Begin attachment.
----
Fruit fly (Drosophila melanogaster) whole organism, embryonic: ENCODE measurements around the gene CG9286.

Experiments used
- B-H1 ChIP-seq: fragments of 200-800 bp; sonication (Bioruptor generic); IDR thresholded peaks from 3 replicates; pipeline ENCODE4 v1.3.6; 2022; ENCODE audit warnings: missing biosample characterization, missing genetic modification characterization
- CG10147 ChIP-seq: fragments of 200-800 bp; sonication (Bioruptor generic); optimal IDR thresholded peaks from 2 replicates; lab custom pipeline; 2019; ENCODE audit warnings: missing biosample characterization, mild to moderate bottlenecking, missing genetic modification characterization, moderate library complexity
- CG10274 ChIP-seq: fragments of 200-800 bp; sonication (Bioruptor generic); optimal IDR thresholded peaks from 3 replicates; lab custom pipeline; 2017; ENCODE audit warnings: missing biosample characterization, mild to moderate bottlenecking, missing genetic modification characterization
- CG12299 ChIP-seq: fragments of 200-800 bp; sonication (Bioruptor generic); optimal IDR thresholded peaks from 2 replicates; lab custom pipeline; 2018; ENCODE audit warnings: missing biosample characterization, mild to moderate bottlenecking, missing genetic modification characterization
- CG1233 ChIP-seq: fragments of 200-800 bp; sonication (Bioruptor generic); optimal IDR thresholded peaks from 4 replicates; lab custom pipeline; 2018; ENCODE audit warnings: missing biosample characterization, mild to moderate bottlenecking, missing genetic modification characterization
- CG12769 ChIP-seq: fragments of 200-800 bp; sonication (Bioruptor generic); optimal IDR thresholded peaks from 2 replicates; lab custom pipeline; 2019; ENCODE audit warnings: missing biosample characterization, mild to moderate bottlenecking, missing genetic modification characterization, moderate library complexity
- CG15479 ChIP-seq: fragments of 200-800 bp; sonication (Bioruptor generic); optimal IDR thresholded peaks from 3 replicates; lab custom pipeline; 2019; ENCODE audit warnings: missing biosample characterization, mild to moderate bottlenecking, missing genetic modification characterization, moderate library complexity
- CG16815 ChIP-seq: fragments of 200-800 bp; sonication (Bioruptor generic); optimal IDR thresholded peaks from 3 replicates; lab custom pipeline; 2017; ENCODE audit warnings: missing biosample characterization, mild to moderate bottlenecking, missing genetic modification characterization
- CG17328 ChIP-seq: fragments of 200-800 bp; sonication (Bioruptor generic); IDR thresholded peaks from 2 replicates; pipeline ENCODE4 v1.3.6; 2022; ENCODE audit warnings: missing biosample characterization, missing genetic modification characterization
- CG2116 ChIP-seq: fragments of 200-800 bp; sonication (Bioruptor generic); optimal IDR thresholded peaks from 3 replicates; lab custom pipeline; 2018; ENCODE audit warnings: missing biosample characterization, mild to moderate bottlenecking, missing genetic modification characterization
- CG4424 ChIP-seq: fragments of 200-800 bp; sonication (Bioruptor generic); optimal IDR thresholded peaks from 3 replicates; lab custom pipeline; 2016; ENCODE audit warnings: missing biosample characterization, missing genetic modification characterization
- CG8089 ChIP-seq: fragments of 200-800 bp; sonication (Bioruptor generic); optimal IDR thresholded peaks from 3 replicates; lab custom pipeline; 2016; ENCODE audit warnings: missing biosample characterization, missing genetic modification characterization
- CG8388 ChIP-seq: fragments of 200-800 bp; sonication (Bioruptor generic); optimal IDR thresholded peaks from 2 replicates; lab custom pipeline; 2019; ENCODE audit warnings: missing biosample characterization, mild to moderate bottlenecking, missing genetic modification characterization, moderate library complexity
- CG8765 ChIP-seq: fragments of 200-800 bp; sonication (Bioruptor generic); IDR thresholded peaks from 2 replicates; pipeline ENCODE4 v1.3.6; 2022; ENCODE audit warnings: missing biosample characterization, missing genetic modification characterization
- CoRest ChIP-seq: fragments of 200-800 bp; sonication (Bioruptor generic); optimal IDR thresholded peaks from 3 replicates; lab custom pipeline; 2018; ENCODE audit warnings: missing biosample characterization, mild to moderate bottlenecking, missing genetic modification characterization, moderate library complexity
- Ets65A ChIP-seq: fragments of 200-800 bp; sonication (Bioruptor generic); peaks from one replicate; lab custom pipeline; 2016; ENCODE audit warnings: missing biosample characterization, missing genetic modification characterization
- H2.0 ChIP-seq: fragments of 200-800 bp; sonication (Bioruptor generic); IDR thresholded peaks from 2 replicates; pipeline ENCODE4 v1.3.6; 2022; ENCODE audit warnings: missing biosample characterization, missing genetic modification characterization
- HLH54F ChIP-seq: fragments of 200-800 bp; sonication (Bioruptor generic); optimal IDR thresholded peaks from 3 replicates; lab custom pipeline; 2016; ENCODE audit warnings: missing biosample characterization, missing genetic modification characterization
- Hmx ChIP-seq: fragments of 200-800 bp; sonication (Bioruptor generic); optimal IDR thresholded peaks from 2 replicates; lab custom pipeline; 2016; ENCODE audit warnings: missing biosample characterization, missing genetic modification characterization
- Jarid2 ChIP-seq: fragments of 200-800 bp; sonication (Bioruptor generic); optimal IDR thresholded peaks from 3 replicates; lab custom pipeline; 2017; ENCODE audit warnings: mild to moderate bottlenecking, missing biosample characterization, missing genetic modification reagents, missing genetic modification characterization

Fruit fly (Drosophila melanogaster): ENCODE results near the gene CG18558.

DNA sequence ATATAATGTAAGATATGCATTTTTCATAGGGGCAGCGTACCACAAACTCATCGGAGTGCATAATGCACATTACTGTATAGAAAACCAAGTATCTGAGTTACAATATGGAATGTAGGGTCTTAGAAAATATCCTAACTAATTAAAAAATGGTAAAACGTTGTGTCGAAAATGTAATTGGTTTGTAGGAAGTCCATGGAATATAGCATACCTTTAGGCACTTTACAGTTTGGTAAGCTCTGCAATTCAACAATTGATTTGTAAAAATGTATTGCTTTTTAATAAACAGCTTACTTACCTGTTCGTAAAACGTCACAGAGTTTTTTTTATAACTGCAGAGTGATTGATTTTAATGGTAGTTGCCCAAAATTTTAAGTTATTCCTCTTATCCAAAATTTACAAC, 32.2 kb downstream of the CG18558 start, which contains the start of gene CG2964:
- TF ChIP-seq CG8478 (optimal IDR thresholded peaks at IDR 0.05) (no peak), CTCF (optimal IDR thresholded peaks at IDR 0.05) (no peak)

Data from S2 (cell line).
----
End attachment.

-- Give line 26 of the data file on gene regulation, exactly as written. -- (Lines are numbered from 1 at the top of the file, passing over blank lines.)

Data from S2 (cell line).